Tor (The Onion Router) Browser hides your action and place online by routing all of your surfing through multiple anonymous servers, thereby concealing where you are and making it challenging (although not impossible) to spot who is doing exactly what online. That means it is a good way to access websites that repressive authorities do not want people to see, for whistleblowers to report corruption and illegal action without getting fired or worse, and also to access the deep web.
The deep web is an internet over the internet, not indexed by search engines, and websites end with the .onion suffix and may only be accessed through Tor. As you'd expect, a few of those websites are key for perfectly good reasons - they're sharing information that somebody, somewhere does not need shared - however others are key because they're fantastically prohibited. Browse at your danger and keep in mind that Tor Browser makes it difficult to locate you, but does not offer 100% unbreakable anonymity. In reality, only using Tor can flag you as a individual worth watching, and it is banned on several people networks.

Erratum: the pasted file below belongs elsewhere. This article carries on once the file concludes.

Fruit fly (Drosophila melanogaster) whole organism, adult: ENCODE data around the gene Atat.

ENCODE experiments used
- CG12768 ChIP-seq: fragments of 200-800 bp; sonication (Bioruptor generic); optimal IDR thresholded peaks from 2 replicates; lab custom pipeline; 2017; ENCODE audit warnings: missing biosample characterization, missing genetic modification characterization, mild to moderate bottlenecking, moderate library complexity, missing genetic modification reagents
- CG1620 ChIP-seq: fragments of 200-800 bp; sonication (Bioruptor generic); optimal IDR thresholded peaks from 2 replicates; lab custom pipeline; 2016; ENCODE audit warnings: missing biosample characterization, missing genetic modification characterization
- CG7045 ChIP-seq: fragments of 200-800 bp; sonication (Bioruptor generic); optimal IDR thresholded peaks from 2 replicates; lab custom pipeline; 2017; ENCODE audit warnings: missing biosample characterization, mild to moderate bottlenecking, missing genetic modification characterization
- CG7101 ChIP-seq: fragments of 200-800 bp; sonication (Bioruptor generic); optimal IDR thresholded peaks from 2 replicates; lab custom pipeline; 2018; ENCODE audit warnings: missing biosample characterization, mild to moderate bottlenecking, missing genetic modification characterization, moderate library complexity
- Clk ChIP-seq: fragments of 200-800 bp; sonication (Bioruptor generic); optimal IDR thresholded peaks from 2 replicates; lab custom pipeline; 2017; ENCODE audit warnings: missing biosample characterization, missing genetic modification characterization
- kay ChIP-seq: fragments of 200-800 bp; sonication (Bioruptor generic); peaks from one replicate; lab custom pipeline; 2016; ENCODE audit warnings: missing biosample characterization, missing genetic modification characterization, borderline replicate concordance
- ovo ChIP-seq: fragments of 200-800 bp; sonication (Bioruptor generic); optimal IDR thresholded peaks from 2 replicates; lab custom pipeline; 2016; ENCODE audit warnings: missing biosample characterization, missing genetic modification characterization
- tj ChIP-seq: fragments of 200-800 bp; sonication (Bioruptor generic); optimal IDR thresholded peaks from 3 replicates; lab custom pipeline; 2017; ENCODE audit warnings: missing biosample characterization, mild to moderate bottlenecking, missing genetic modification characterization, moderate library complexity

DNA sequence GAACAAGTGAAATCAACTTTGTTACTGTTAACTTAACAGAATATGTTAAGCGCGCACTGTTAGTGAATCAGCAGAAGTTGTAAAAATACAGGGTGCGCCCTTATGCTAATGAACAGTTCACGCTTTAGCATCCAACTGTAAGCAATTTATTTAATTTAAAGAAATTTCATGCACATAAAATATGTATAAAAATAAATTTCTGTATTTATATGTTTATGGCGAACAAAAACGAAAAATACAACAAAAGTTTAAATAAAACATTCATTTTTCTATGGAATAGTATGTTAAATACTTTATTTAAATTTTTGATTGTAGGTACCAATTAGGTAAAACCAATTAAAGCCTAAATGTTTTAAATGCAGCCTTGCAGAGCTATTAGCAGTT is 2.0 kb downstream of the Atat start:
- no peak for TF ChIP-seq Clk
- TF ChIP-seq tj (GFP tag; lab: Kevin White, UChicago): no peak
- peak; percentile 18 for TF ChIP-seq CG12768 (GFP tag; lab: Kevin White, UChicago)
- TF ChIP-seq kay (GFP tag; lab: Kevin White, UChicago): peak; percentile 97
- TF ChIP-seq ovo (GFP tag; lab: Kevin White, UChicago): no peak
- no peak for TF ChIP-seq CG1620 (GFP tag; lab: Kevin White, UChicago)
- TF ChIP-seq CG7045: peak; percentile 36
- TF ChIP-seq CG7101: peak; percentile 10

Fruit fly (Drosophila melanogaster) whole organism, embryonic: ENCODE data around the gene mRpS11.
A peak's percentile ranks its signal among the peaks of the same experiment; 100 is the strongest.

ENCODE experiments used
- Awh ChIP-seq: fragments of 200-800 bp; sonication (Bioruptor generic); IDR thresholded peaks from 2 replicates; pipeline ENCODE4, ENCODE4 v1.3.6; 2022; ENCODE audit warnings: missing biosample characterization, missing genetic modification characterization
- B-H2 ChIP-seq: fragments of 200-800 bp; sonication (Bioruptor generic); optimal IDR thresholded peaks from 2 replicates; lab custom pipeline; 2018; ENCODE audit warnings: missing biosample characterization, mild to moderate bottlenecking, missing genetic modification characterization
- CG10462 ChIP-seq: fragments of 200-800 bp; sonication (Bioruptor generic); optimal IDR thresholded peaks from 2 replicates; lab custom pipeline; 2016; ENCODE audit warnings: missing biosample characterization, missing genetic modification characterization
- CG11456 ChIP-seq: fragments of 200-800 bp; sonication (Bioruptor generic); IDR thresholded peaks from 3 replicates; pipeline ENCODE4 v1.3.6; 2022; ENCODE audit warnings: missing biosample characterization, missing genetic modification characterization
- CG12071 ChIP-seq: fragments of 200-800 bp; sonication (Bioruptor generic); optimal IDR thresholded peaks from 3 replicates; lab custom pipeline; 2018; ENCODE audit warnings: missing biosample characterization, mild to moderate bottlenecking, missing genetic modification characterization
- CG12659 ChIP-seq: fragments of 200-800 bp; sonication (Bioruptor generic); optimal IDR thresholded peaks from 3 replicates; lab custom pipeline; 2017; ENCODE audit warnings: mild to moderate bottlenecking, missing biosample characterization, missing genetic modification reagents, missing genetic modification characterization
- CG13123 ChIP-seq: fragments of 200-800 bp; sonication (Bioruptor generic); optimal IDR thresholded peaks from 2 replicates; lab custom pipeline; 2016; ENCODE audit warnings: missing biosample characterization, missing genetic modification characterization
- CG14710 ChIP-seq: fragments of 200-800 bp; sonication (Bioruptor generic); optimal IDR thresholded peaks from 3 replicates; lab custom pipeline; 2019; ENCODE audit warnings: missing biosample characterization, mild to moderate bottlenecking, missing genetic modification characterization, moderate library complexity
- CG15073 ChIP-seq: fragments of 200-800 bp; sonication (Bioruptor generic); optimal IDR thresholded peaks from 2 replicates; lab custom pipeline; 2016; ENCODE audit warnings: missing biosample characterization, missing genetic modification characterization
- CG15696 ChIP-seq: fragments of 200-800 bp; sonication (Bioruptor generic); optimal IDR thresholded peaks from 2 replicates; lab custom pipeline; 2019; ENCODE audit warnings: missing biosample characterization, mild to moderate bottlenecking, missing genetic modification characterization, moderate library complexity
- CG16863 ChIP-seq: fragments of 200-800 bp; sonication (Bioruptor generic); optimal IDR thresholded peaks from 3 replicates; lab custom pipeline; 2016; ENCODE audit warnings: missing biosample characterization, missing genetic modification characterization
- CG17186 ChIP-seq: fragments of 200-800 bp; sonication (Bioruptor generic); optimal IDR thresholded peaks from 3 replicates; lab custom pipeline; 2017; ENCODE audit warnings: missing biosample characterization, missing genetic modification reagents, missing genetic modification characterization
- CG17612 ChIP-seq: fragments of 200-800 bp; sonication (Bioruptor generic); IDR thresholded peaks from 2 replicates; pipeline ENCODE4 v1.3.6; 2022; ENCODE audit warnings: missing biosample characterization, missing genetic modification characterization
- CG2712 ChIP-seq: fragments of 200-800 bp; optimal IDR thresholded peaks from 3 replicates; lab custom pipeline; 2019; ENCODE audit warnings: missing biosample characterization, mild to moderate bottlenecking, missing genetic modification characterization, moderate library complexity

There are loads of legitimate uses however, and not only if you are a political activist. Tor may provide you internet access as soon as your internet provider's DNS servers are kaput, and it may continue to keep your surfing free of the advertisements trackers that infest numerous websites.
Tor Browser looks like Firefox and works like Firefox -- because it's Firefox. It is not too fast, however: onion routing makes all of your traffic move around considerably more than in a normal browser, that slows things down substantially.
It is important to realise that Tor can not protect you from dangerous behaviors, so by way of example if you run plugins from the browser they might influence Tor's capacity to protect your privacy. It is imperative that you don't submit information to websites that don't display a green or blue button from the browser address bar to signify that a secure https connection, for example.